A Candid Conversation With 5 Women Leaders of Advertising and Media

The triumphs and trials of smashing the ceiling

Two years ago, Anne-Marie Slaughter wrote a provocative essay in The Atlantic called "Why Women Still Can’t Have It All." The piece, which sparked a national debate about the impossibilities of work-life balance, stressed that unless a profound change in mind-set occurred at the highest levels of business and government, professional women are basically screwed. The stats bear it out. Women account for just 5 percent of Fortune 500 CEOs, while 3 percent of executive creative directors at ad agencies are female. It’s a pretty sad state of affairs.

Facebook COO Sheryl Sandberg stormed the zeitgeist with her rallying cry to "lean in," producing a book on how to succeed in a high-powered job as well as a movement. While this drive is nothing new—think Gloria Steinem, Camille Paglia and Helen Gurley Brown—the hope is that as more women in positions of power speak out and create change, the door will swing open and a new generation of leaders will take their rightful seat at the table.

Women in media, advertising and technology understand well the challenge of reaching the upper ranks of power. While a handful of top television executives (A+E Networks’ Nancy Dubuc) and magazine editors (Time’s Nancy Gibbs) are female, there remains a dearth of women running ad agencies, agency holding companies and digital companies.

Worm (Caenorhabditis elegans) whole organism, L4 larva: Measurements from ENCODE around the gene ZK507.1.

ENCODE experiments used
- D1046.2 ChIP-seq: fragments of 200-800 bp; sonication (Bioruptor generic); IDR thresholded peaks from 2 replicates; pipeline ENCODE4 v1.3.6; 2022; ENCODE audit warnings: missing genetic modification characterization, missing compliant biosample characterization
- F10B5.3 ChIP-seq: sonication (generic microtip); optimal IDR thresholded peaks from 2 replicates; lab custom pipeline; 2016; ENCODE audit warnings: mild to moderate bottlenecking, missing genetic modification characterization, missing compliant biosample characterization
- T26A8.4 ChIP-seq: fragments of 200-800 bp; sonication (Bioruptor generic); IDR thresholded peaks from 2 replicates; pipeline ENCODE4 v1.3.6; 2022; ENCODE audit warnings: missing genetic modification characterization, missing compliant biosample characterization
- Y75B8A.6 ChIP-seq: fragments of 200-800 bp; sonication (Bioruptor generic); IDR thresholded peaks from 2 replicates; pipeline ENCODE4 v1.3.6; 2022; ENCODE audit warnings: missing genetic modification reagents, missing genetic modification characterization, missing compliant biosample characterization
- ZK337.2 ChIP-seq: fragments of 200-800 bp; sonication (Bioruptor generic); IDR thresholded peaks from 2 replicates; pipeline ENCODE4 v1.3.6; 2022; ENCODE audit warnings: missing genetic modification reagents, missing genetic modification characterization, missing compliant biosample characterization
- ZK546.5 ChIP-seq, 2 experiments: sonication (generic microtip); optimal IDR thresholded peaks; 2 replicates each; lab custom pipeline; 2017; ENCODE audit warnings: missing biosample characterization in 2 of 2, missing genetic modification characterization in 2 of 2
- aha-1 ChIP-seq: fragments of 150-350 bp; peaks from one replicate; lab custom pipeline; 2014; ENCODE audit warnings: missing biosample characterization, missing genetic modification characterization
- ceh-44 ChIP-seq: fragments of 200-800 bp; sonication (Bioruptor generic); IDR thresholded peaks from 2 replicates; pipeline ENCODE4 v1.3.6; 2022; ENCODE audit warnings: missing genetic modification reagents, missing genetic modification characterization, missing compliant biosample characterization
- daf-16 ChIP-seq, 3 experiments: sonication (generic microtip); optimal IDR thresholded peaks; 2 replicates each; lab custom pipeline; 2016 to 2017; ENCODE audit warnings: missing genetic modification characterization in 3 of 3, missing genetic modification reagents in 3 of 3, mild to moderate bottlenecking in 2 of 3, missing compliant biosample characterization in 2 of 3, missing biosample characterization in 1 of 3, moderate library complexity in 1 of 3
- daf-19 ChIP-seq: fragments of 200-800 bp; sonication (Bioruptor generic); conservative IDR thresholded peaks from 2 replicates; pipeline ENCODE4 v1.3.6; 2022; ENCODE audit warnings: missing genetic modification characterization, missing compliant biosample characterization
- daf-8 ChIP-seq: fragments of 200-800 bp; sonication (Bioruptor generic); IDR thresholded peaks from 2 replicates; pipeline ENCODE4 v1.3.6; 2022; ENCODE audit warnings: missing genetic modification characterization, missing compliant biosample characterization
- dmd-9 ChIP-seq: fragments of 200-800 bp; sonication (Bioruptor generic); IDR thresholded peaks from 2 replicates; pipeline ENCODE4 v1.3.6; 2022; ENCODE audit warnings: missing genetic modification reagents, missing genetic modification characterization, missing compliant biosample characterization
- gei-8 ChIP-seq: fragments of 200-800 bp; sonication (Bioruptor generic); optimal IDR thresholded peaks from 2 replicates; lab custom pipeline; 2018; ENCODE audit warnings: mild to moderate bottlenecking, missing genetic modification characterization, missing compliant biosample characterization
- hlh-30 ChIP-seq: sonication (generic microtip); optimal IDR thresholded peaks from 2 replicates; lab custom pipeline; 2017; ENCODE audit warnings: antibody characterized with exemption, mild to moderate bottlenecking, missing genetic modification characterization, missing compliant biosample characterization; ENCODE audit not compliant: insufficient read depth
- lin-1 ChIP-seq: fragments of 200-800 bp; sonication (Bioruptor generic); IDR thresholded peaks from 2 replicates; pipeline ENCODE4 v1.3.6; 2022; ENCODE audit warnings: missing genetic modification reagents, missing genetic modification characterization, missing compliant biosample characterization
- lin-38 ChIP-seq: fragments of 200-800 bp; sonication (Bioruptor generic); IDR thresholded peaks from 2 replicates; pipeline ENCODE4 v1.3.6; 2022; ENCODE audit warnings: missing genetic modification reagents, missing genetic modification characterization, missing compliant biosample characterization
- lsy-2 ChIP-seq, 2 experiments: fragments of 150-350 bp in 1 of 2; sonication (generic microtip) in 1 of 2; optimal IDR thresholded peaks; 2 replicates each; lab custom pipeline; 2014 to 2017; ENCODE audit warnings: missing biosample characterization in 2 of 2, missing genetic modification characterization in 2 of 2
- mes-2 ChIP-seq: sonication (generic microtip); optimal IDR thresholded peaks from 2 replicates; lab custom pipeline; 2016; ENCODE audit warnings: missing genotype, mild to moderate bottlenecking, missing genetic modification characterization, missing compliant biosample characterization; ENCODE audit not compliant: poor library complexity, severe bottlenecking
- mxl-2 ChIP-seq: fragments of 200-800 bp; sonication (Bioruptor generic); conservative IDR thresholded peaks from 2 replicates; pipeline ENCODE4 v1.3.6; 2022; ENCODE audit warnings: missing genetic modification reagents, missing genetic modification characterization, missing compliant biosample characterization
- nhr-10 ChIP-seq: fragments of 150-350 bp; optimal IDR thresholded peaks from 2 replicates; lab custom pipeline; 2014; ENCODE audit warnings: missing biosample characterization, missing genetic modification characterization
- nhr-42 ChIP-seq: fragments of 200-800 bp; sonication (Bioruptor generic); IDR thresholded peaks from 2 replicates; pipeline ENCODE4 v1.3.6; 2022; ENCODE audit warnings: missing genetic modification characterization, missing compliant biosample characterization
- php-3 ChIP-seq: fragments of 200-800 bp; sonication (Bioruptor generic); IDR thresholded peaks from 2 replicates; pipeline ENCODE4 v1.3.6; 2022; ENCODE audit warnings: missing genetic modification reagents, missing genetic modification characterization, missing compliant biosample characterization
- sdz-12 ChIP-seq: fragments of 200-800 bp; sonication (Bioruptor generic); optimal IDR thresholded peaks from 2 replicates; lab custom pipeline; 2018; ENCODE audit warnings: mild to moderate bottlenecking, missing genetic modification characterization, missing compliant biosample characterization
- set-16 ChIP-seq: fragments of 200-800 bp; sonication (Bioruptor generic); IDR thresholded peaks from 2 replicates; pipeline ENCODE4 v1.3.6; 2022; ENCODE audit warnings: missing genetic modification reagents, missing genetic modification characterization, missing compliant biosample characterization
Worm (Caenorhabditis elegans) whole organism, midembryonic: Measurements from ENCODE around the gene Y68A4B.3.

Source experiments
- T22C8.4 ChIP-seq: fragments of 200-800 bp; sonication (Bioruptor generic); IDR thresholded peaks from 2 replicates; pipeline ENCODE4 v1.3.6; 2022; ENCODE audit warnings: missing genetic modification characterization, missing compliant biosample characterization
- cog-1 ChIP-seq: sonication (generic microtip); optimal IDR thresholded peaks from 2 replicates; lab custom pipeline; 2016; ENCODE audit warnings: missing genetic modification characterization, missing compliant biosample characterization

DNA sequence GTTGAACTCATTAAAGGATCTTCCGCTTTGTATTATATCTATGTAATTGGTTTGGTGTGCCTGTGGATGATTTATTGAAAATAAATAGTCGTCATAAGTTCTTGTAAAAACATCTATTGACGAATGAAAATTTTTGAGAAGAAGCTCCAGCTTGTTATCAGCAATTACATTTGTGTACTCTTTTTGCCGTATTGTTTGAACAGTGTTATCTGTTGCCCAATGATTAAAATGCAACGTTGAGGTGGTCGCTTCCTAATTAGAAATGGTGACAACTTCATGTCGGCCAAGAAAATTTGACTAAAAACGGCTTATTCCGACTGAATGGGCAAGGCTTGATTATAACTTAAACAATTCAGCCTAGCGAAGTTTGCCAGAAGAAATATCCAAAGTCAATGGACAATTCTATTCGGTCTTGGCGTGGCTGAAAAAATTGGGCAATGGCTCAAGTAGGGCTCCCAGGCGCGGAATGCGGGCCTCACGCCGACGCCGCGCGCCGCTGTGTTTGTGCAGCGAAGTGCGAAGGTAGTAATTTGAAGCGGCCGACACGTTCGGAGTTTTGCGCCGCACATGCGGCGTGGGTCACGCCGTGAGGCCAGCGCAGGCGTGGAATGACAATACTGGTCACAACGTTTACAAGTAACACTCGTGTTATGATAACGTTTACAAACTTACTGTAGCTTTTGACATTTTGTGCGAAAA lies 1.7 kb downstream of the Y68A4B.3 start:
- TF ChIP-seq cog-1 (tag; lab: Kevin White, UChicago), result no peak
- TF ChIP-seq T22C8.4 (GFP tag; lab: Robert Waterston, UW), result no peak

To shed some light on the state of women in the business, in mid-March we gathered an accomplished group of executives and journalists, all trailblazers in their own right, for a roundtable discussion at the Hearst Tower in midtown New York. Joining me, Adweek’s managing editor, were Cosmopolitan editor in chief Joanna Coles; Sarah Hofstetter, CEO of digital marketing agency 360i; Nadja Bellan-White, senior partner and managing director of Ogilvy & Mather; Nancy Reyes, managing director of Goodby, Silverstein & Partners, New York; and Mika Brzezinski, co-host of MSNBC’s Morning Joe. The talk was candid, intimate, enlightening—and revealing. Here are some highlights.

Joanna Coles, Editor in chief, Cosmopolitan

 Adweek: From Helen Gurley Brown on, it seems Cosmo has pushed hard to empower women. And it almost seems—maybe because of Sheryl Sandberg—there’s something in the air right now. Is there something like a cool factor about being empowered in the workplace? 

Joanna Coles: Well, I think it’s more than a cool factor. I mean, it’s what’s happening in the culture—and it’s about damn time it’s happening in the culture. Suddenly, I think women are feeling more comfortable talking about it. I think people like Mika and Sheryl [who both pen career advice content for Cosmo] have led the way for women to own their ambition. And the really shocking thing is how few female leaders there are still, and that’s what we need to be working on. The message that we feel resonates in the magazine, that we’ve really seen resonate is about female leadership and about women fessing up to being ambitious and wanting big jobs, a lot of money and leadership roles.

Mika Brzezinski: I’ll go there on a deeper level and say, the change that I’m seeing is women are fessing up about not being so afraid of each other anymore.

Coles: Although I am still afraid of you. I’m really afraid.

Mika Brzezinski Co-host, Morning Joe

Brzezinski: I’m 46-years-old. So when I was starting at out at 21, 22, 23 and going into my late 20s and early 30s, I feel women were still kind of like the only ones in the room. And when another one came in, it wasn’t so easy. And now what I see is women realizing that there’s a lot of value and really helping … not just mentoring or doing the right thing, like really investing in each other on a friendship level, on a business level, and that’s been fun to watch. But I think also women stepping up and owning their ambition, as you put it, a lot of men and women are finding that to be a very good business model.

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